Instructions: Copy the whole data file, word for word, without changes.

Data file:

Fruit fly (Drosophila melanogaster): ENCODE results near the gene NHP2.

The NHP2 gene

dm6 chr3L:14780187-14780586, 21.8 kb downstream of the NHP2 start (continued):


Fruit fly (Drosophila melanogaster): ENCODE results near the gene NHP2.

The NHP2 gene

dm6 chr3L:14780187-14780586, 21.8 kb downstream of the NHP2 start (continued):